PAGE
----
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A Case Study on How Bloggers Can Win the Attention of Press

Nate Riggs
Nate Riggs / February 02, 2012

I've been a big fan of the work of Brian Solis for some years now.

As one of the leading thinkers in the study of disruptive technology and its impact on business and culture, Brian is known for consistently having his hand on the pulse of what's changing in the digital space.

In the case below, we'll look at how Brian uses his blog, content marketing techniques and social networks to break news related to Facebook's coming IPO. By executing these tactics, he's able to build credibility and awareness for the Altimeter Group, a research-based advisory firm in which he is a Principal.

All that said, PR students everywhere should applaud his approach to this blog post on the SEC Filing information for Facebook as a classic case study in how to leverage blogs to get the attention of traditional press and other online publishers.

Here's a quick breakdown as to why his approach is as savvy as it comes.

Timing is Everything

I took this screen shot at about 6PM last night, not long after the article was published. From what I could see, Brian was one of the first bloggers to publish any commentary on this news, putting him in a position to capture a good deal of attention from others writing about the developments.

How did I happen to find it so fast?

The credit goes to a tweet I found from my friend Kelli Nowinski. Not only were Brian's readers flocking to the post, they were sharing it as well. There's value in the social proof that comes with being a participant in growing a meme. Brian's credible personal brand presence online, combined with an info hungry audience, quickly propelled a meme into the web.

When I clicked through to his post, here's the first thing I saw:

Facebook S1 SEC Filing Post -

Headlines are Mission Critical for Search & Humans

Notice that Brian titles his post with both human readers and search algorithms in consideration. That's tricky to pull off. The words "Facebook", "IPO" and "Files S1" are all present at the front of the title to tease search engine crawlers and leverage the quires that users will eventually search on when the buzz takes hold.

What's even better is that hook at the end of the title: revealing stats & revenue. This addition to the title, while not valuable to search engines, creates a sense of mystique in the post, sharing that there is juicy insider information within.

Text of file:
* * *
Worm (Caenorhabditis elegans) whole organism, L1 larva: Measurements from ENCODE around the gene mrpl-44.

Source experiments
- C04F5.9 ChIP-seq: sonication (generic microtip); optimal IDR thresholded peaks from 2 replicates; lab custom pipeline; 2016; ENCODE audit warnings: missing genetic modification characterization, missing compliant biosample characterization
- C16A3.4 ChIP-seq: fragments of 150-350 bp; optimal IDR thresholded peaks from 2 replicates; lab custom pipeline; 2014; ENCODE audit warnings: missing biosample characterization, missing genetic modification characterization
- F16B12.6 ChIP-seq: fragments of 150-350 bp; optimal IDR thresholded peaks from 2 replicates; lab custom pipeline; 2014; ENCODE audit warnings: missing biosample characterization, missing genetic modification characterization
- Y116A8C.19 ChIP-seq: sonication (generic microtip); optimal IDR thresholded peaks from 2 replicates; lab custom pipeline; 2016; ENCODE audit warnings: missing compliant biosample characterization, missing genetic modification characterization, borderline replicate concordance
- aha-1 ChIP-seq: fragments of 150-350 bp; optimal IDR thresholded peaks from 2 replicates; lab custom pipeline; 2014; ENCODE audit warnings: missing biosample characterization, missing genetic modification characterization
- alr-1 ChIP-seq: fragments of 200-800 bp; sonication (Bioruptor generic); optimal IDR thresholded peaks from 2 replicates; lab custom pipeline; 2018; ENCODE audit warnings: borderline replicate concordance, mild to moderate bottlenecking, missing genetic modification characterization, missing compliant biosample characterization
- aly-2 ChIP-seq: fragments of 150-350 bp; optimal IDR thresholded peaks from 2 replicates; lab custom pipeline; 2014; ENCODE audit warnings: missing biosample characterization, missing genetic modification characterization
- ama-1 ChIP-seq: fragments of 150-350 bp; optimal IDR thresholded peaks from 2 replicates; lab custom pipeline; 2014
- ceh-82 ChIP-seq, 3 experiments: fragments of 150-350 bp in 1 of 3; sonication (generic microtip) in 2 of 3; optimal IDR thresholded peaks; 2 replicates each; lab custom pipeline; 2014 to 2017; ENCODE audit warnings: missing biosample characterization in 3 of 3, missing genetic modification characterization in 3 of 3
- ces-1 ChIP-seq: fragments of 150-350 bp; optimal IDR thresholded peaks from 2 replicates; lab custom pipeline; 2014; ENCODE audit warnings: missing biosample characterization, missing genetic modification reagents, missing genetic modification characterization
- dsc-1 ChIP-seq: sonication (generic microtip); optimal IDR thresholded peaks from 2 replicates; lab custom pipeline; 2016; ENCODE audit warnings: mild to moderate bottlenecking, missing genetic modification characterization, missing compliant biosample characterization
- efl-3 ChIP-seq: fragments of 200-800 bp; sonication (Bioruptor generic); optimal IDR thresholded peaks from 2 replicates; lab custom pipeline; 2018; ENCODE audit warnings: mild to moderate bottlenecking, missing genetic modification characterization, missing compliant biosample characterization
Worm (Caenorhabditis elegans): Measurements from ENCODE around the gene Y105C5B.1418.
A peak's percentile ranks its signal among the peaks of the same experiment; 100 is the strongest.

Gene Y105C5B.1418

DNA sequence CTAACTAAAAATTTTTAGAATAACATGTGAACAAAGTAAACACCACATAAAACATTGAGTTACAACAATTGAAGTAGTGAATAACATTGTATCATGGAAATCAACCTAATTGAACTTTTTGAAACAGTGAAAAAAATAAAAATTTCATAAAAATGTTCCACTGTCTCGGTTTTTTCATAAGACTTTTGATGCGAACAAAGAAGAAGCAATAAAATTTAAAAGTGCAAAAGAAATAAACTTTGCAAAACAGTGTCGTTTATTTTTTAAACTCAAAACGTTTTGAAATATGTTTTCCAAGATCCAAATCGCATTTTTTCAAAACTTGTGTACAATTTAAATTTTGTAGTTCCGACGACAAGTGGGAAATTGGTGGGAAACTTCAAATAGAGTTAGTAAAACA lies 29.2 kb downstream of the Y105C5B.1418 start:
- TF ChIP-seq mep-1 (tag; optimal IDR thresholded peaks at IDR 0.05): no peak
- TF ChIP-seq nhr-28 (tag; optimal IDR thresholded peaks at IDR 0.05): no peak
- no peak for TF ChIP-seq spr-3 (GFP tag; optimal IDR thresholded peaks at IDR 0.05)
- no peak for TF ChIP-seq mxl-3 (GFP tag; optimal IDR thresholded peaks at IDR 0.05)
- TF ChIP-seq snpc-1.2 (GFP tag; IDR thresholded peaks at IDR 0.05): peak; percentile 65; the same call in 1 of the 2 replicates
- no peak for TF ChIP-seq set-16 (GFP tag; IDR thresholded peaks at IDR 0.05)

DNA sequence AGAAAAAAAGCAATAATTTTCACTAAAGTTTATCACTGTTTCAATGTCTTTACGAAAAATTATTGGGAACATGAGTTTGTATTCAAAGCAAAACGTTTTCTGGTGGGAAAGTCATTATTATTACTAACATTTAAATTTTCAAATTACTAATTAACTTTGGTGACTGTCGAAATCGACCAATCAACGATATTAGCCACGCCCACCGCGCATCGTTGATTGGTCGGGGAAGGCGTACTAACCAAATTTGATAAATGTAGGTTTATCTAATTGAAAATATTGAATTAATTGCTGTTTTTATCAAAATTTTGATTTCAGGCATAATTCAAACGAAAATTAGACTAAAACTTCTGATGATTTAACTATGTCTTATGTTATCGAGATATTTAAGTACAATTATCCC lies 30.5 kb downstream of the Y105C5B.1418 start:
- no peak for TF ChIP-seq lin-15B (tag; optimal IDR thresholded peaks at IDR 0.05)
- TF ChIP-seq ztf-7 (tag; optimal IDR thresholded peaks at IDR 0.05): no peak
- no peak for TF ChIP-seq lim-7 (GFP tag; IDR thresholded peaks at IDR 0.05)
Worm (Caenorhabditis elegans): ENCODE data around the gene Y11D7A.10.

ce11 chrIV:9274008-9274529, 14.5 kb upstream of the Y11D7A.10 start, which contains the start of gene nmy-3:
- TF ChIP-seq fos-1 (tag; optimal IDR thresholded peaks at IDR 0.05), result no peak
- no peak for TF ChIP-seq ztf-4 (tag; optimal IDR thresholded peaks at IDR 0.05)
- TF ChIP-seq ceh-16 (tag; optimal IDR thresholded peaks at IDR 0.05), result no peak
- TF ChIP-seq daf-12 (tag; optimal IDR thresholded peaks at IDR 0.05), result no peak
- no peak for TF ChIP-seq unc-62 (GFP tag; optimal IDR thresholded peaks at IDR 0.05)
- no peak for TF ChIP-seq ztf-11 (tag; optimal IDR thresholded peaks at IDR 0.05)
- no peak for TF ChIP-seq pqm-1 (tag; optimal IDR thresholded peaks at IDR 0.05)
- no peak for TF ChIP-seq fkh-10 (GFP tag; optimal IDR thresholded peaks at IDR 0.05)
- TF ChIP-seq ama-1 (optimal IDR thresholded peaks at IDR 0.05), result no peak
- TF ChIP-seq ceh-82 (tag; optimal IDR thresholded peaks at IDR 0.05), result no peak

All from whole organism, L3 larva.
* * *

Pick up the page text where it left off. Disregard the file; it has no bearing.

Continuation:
Give the Audience Stringless Objects

Brian hooks the audience even further by integrating an infographic into the post that visually shares the numbers behind the Facebook's network volume. This graphic is actually found as part of the filing. The value in including this is that literally any blogger or reporter can simply click on the image and download it to their desktop to use in their own content.

Teasing Relevancy Encourages Repeat Visitation

Notice the small line of text under the graphic. Brian makes sure to mention that his post will be updated with new information as it becomes available, encouraging readers to bookmark the page and keep coming back for new content. It's a wise move, but always be sure to be able to deliver on the promise of more information.

Facebook Stats

Press Loves Numbers

In the next section of the post, Brian shares all kinds of relevant data taken directly from the SEC filing.

These stats and the accompanying graphics give reporters and other bloggers more information from which to be able to create their own content. The information is communicated and displayed succinctly making it easy to digest and then customize .


Credibility and the Call to Action

This screenshot above is why I think this post is such a smart approach.

Make sure to cite the actual filing on By giving a source available in the public domain, he adds great credibility to the information he's packaged up for the audience.

The orange box is the most important part of the post in terms of PR 2.0. If you read closely, you see that Brian is making a very effective call to action directed to press who might be seeking analyst commentary from his consultant partners in the Altimeter Group.

Notice that Brian's photo from his mobile app just happens to be positioned at the bottom of the post. While I'm not sure it was put there intentionally, it does work to identify Brian visually, and in a sense let the reporter or editor know who they are speaking with when they call.

As a final touch, Brian makes it incredibly simple to connect with him by giving a variety of channels that include social media profiles, his direct telephone number and even a link to an email address.

At the end of the day, the combination of all of these elements makes this style of press-friendly post an incredibly effective tactic for getting your opinions and expertise published in both online and traditional media.

Take This Away

My advice? Take this great blogging example, bookmark it in your Diigo library, and find ways to apply the technique in your own business.

Perhaps you won't be able to get placement in national media, but if the local paper or chamber of commerce news letter drives business through your door, target those publications first.

Maybe you've already done something similar? If you have, what were the results? What recommendations do you have that might add to the execution of a post like the one above?

Share what you think in the comments, okay?

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